At Sweet Bird Farm, we recognize that a healthy forest is a necessity to producing the best tasting maple syrup. We believe that maple syrup is a forest product, not an agricultural one. As such, we take an ecosystem-based approach to the management of our sugarbush, the term used to describe the part of the forest we harvest sap from.
We are proud to be participating in Audubon Vermont’s Bird-Friendly Maple program (in full disclosure, a program that Steve was the lead on developing!). Our Vermont forests not only produce the majority of the maple in the US, we are also the place where many migratory bird species return to each spring in an effort to raise baby birds. It is our responsibility, as stewards of the land, to make sure these birds can find the habitat they need to be successful. This means we manage to maintain a diversity of tree species in the sugarbush, grow trees of all ages and heights, keep the standing dead trees (aka snags), and when those trees fall leave some of that wood on the ground. When we encounter non-native plant species, we pull them or dig them up (no herbicides here). We also take the time to tune in and listen to what bird species find our sugarbush a desirable place to nest. During the spring and summer we spend time looking and listening for birds such as Scarlet Tanager, Wood Thrush, Black-throated Green Warbler, and many more. Managing a sugarbush with birds in mind also leads to other benefits. The complexity found in these forests also makes them better adapted and more resilient to a changing climate. In turn the forest provides a natural climate solution by absorbing (sequestering) carbon and storing it in trees and in the soil, for a very long time.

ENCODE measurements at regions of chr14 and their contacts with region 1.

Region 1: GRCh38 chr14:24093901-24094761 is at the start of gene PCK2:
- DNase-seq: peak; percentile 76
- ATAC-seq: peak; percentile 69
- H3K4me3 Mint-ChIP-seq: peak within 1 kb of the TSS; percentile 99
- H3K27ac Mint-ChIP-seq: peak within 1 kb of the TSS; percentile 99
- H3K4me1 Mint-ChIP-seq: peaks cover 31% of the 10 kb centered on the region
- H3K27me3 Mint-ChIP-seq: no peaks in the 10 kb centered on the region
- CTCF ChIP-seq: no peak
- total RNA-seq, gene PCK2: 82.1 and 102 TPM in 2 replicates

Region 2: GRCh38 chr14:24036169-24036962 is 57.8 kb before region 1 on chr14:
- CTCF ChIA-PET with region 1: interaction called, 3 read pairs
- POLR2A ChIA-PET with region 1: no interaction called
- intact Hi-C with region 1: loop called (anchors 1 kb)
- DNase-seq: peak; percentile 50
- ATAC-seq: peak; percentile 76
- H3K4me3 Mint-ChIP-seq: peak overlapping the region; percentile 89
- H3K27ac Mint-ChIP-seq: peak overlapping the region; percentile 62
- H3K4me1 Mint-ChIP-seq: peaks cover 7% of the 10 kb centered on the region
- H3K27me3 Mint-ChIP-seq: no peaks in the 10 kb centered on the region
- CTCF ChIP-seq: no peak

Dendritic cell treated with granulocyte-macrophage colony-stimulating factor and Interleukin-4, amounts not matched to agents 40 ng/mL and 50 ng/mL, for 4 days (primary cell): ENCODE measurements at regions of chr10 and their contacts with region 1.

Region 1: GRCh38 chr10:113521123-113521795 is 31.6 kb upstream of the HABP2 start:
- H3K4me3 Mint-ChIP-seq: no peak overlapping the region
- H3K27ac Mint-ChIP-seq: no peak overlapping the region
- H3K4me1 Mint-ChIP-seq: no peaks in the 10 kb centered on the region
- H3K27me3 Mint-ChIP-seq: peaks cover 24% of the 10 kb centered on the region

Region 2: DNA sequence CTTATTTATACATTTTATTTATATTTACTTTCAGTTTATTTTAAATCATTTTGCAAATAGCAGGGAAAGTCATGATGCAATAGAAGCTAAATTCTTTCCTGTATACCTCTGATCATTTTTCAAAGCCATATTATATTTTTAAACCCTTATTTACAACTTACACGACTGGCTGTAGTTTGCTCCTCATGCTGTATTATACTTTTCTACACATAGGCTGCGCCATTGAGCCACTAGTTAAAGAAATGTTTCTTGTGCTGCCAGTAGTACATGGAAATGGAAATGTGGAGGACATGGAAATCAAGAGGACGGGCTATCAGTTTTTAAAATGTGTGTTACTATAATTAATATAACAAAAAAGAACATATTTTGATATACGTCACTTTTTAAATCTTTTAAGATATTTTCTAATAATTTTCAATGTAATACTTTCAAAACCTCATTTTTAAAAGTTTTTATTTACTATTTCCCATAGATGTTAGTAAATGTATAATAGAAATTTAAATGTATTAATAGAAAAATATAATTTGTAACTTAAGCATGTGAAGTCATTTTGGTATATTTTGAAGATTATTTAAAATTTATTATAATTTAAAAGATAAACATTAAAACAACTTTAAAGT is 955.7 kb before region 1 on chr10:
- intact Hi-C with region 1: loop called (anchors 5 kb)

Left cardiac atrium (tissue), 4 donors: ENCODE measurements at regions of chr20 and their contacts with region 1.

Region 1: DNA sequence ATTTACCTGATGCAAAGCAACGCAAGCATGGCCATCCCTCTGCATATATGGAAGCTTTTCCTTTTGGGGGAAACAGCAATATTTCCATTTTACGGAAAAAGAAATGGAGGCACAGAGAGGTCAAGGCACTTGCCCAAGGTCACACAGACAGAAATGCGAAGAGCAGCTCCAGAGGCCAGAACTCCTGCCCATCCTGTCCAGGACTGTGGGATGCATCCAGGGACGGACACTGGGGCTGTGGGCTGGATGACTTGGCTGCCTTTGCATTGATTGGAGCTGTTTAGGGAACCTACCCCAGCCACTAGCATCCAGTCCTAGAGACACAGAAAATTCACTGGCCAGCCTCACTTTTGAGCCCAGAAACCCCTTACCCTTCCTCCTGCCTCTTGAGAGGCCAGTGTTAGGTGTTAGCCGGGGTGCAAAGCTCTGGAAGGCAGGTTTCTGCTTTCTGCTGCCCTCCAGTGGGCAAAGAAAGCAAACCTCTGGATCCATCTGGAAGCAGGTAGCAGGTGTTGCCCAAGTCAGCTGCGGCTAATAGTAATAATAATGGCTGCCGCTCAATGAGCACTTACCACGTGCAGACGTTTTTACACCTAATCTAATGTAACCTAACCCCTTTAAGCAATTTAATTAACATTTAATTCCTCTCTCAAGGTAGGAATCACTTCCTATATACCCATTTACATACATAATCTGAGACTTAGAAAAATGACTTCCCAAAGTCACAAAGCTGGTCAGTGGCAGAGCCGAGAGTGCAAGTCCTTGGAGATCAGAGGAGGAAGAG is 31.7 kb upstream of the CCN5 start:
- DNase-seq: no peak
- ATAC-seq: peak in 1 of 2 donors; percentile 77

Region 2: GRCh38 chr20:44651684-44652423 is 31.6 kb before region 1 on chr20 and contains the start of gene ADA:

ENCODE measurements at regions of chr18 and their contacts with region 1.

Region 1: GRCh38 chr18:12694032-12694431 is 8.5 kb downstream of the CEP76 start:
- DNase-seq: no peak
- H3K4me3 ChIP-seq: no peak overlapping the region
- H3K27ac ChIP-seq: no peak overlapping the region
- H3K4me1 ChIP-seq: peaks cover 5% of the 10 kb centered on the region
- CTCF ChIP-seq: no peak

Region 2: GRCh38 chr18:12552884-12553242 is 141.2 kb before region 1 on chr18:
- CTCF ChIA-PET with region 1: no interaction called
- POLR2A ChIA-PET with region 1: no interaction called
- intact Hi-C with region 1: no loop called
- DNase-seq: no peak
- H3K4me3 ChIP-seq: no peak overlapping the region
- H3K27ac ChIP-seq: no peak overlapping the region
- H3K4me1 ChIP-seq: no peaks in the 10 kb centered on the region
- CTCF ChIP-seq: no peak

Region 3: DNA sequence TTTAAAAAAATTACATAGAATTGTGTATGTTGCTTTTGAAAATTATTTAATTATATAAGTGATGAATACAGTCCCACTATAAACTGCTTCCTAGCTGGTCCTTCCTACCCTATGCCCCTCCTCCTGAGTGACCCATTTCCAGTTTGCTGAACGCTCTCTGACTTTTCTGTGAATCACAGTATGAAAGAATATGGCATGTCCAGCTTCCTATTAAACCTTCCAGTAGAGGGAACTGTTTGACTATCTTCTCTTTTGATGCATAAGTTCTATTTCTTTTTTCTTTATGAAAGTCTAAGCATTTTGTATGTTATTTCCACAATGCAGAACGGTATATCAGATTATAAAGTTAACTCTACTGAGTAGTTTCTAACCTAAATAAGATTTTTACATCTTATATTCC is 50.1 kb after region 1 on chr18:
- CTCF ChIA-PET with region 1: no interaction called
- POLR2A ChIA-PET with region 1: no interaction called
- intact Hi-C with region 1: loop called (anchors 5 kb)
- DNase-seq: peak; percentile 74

The maple producing season of late-February through typically sometime in April, is a very busy time. We currently tap around 400 trees in the sugarbush over in Moretown, about a 20 minute drive from the Farm. The sap from those trees travels by gravity, downhill through a tubing system, to a tank at the base of the forest. We transfer it to a tank in the back of the truck and bring it to the sugarhouse. Raw sap averages around 2% sugar, the remaining 98% being water. Pure maple syrup is around 67% sugar, which means A LOT of boiling is necessary in order to get the proper concentration of sugar. Boiling sap requires some fuel source to generate the heat. At Sweet Bird Farm that fuel source is, and always will be, wood. The harvesting of low-quality wood from the forest allocates growing resources to the more vigorous trees to thrive. It is also a renewable resource. All of this adds up to a healthier forest, which is of the utmost importance.
Our maple syrup is crafted in small batches. On a typical boiling day we only finish off between 1-5 gallons of syrup. We take great pride in each and every container of syrup we make and hope you can taste the difference!